Flogging Molly Is Changing. And, Not.

flogging molly


Getting typecast as “that St. Patrick’s Day band” could be a terrifying prospect.

But whereas some respond to such designation by playing down certain hackneyed elements of their culture as an attempt to avoid becoming cliché, Los Angeles’ Flogging Molly, whose combination of the traditional elements of Celtic music with the energy and brashness of American-style punk has propelled this band for well over a decade now, unapologetically embraces this classification.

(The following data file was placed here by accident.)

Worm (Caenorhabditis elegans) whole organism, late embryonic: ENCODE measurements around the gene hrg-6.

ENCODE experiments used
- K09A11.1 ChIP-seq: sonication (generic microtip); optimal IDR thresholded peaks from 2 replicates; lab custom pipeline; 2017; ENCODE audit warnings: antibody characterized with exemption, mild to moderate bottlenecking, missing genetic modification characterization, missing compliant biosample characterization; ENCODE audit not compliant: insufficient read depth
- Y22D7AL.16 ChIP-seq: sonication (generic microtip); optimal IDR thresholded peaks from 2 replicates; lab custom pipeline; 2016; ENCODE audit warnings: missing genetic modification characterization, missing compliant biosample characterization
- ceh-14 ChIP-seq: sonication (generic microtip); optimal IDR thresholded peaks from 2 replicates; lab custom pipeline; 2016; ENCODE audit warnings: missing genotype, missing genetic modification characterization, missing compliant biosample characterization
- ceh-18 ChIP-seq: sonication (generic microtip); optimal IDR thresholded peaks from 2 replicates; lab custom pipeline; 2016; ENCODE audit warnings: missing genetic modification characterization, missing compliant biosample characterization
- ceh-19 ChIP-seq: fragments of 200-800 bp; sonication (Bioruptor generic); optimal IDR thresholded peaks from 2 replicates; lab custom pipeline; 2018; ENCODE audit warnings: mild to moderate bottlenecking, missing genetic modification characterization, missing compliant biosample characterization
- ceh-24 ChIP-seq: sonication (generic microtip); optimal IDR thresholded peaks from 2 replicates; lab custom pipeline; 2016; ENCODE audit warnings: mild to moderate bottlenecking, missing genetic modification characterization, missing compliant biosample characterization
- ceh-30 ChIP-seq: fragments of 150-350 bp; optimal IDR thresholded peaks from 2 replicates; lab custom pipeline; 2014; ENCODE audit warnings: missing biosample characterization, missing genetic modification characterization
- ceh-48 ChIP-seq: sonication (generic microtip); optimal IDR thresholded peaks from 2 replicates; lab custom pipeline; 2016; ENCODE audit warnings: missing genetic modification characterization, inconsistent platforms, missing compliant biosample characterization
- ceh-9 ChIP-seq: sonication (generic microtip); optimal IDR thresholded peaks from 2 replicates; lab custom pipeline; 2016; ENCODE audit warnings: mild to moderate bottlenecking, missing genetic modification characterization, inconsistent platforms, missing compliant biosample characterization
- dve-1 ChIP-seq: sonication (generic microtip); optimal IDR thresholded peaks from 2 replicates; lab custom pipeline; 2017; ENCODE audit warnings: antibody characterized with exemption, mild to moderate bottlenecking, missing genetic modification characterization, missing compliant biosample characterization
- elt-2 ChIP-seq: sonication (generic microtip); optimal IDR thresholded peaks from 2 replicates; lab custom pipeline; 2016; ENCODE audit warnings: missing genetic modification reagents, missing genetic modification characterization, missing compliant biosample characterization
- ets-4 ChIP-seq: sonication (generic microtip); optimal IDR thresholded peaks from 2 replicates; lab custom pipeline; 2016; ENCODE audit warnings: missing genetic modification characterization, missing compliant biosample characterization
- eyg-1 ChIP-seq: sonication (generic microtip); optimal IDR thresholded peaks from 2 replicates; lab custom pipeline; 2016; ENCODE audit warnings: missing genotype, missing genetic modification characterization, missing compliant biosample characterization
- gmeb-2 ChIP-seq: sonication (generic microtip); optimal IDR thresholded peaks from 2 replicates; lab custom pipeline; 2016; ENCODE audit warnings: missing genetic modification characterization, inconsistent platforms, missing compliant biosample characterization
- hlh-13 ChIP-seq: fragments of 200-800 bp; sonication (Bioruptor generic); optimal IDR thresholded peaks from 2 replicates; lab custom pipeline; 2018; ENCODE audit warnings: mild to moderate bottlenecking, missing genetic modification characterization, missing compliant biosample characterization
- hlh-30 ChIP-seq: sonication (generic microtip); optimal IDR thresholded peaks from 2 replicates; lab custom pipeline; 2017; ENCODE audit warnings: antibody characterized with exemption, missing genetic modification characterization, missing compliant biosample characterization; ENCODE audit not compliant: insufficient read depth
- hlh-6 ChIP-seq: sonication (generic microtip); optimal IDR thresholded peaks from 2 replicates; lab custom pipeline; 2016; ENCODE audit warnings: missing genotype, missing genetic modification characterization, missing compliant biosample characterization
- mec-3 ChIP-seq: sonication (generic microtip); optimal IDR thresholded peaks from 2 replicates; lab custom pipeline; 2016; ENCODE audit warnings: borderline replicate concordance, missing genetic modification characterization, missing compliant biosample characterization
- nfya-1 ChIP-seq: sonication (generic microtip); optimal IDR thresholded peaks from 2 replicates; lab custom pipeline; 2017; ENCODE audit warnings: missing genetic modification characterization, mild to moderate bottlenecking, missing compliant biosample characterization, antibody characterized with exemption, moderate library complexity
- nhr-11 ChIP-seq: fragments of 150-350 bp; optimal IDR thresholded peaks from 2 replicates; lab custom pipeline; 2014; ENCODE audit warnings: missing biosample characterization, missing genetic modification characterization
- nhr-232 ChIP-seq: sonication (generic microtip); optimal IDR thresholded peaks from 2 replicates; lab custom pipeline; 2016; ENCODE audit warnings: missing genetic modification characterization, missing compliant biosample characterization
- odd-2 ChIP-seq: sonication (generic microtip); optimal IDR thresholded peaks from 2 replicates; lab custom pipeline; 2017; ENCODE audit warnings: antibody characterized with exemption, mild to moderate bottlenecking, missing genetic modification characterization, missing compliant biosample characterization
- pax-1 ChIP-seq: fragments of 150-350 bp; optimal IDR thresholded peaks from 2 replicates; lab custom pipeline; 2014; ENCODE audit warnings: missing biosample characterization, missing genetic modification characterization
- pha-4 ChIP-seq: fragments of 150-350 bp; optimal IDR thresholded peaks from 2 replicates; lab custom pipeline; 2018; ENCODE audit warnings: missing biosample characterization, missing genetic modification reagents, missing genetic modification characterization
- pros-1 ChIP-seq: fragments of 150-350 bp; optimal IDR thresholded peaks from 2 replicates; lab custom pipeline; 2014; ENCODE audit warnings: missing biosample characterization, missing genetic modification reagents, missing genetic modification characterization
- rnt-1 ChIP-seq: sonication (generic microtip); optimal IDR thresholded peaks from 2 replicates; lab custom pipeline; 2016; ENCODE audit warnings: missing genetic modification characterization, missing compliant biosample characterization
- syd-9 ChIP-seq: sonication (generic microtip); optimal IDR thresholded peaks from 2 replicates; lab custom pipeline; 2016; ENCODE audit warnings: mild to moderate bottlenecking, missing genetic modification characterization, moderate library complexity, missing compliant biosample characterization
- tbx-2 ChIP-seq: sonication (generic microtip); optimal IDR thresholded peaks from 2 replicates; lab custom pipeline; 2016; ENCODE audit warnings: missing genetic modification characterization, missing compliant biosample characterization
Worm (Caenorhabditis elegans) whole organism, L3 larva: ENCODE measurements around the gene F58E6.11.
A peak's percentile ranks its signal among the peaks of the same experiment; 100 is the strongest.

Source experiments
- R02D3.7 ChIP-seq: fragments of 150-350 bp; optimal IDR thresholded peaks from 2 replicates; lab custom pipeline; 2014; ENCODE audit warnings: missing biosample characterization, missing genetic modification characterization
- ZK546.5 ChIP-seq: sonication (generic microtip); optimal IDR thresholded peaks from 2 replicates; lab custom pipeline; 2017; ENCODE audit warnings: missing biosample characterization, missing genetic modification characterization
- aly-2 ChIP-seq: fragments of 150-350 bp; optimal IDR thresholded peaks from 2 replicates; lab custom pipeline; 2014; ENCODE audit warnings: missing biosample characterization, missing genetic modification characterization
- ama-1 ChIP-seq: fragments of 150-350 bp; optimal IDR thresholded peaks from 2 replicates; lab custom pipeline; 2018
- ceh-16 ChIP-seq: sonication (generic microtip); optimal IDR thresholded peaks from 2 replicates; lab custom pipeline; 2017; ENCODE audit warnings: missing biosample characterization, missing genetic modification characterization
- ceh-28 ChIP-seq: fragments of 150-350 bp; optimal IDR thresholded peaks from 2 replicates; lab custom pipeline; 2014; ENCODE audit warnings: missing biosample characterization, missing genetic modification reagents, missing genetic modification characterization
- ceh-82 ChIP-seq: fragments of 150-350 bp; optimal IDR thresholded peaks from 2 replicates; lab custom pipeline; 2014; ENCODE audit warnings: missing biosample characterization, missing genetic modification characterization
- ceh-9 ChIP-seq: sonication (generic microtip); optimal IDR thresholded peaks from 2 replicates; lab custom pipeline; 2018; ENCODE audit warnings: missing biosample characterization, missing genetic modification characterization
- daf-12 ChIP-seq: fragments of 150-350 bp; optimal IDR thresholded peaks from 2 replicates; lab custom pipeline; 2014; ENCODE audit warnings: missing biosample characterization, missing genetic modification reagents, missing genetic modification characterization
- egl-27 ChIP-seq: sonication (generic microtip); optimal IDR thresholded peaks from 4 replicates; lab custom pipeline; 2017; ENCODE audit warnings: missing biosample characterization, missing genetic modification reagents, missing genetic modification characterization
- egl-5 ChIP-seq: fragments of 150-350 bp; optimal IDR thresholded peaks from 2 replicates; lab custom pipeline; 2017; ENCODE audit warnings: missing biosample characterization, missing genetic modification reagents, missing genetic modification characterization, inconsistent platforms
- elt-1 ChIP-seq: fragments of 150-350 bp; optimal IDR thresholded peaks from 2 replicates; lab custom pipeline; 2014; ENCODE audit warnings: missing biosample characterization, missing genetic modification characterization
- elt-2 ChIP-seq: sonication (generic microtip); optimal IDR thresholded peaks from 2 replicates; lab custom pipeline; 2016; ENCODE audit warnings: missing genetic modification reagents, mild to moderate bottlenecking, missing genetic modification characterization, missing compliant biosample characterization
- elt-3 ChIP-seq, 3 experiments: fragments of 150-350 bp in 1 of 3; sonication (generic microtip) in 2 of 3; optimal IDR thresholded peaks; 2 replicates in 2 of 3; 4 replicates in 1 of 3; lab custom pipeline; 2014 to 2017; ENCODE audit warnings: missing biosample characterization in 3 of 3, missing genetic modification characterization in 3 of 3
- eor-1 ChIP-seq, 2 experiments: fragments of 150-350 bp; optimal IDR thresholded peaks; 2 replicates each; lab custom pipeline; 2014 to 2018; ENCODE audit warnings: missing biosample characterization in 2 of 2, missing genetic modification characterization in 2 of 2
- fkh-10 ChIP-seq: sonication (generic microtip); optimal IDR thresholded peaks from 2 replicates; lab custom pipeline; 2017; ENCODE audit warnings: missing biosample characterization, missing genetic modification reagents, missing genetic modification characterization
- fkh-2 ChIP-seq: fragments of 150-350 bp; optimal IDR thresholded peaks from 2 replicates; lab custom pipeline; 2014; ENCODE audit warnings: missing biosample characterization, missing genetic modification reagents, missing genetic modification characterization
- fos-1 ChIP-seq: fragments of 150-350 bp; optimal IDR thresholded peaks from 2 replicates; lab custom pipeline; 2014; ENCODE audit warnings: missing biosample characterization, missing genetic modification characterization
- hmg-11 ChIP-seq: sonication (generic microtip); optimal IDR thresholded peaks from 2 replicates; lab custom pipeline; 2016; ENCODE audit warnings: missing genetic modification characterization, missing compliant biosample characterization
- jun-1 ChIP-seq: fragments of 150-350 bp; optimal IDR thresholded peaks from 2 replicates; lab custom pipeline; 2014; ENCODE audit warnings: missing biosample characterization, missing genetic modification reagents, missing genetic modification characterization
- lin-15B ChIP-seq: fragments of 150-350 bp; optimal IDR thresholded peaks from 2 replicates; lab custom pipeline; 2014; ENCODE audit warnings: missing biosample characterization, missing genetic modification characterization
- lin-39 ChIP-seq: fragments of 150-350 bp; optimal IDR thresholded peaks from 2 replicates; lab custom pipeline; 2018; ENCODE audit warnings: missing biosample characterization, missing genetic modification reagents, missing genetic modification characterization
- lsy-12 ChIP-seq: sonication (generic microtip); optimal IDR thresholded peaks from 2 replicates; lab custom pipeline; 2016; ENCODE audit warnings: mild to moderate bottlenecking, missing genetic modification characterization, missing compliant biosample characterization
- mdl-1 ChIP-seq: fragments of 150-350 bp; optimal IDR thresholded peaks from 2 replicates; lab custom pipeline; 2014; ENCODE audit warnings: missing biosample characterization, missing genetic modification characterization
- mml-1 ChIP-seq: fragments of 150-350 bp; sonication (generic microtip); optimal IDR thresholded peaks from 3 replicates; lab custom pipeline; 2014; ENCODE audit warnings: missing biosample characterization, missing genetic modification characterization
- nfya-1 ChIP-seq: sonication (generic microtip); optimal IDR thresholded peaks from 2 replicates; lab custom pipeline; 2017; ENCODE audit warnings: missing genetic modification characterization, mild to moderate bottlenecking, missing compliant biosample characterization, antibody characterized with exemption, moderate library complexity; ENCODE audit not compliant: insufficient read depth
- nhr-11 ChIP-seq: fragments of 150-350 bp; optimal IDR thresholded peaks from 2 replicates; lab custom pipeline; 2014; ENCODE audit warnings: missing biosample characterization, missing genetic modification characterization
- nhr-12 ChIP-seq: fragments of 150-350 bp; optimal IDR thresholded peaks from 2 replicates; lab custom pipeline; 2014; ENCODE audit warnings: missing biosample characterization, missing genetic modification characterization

“Fourteen years down the road, the typecasting has already been done,” says Flogging Molly mandolin and banjo player Bob Schmidt. “I don’t think we’re afraid of it. It just is what is. People like to look at things compartmentally and narrowly because it’s easier to associate them with other things they know. It’s there, and we don’t want to perpetuate it, but at the same time we’re not going to worry about it. We are what we are. People have to learn to love it or hate it on their own accord, and there’s not a lot we can do about it.”


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